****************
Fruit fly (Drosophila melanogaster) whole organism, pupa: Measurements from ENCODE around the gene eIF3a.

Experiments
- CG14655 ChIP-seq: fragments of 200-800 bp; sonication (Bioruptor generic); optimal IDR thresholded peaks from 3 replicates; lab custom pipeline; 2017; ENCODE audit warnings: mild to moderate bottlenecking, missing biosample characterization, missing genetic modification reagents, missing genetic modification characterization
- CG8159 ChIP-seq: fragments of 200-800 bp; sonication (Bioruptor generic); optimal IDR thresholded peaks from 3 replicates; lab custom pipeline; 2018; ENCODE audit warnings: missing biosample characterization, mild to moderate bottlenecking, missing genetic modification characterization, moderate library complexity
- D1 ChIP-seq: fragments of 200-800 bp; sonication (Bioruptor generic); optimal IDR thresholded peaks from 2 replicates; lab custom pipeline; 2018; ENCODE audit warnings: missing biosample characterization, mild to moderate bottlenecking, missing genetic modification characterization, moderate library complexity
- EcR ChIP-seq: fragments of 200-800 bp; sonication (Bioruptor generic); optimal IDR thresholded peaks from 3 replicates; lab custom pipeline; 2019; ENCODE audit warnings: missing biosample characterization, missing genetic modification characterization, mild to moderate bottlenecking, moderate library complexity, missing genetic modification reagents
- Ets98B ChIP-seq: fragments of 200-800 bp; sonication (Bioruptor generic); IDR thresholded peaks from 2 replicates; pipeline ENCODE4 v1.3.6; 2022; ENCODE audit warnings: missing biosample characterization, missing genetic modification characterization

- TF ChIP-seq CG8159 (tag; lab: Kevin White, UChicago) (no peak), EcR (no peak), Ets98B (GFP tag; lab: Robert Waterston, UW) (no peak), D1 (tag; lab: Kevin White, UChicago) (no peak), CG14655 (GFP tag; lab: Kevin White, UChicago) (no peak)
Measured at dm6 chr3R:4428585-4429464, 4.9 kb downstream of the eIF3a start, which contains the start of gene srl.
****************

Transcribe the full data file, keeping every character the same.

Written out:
Fruit fly (Drosophila melanogaster) whole organism, pupa: Measurements from ENCODE around the gene eIF3a.

Experiments
- CG14655 ChIP-seq: fragments of 200-800 bp; sonication (Bioruptor generic); optimal IDR thresholded peaks from 3 replicates; lab custom pipeline; 2017; ENCODE audit warnings: mild to moderate bottlenecking, missing biosample characterization, missing genetic modification reagents, missing genetic modification characterization
- CG8159 ChIP-seq: fragments of 200-800 bp; sonication (Bioruptor generic); optimal IDR thresholded peaks from 3 replicates; lab custom pipeline; 2018; ENCODE audit warnings: missing biosample characterization, mild to moderate bottlenecking, missing genetic modification characterization, moderate library complexity
- D1 ChIP-seq: fragments of 200-800 bp; sonication (Bioruptor generic); optimal IDR thresholded peaks from 2 replicates; lab custom pipeline; 2018; ENCODE audit warnings: missing biosample characterization, mild to moderate bottlenecking, missing genetic modification characterization, moderate library complexity
- EcR ChIP-seq: fragments of 200-800 bp; sonication (Bioruptor generic); optimal IDR thresholded peaks from 3 replicates; lab custom pipeline; 2019; ENCODE audit warnings: missing biosample characterization, missing genetic modification characterization, mild to moderate bottlenecking, moderate library complexity, missing genetic modification reagents
- Ets98B ChIP-seq: fragments of 200-800 bp; sonication (Bioruptor generic); IDR thresholded peaks from 2 replicates; pipeline ENCODE4 v1.3.6; 2022; ENCODE audit warnings: missing biosample characterization, missing genetic modification characterization

- TF ChIP-seq CG8159 (tag; lab: Kevin White, UChicago) (no peak), EcR (no peak), Ets98B (GFP tag; lab: Robert Waterston, UW) (no peak), D1 (tag; lab: Kevin White, UChicago) (no peak), CG14655 (GFP tag; lab: Kevin White, UChicago) (no peak)
Measured at dm6 chr3R:4428585-4429464, 4.9 kb downstream of the eIF3a start, which contains the start of gene srl.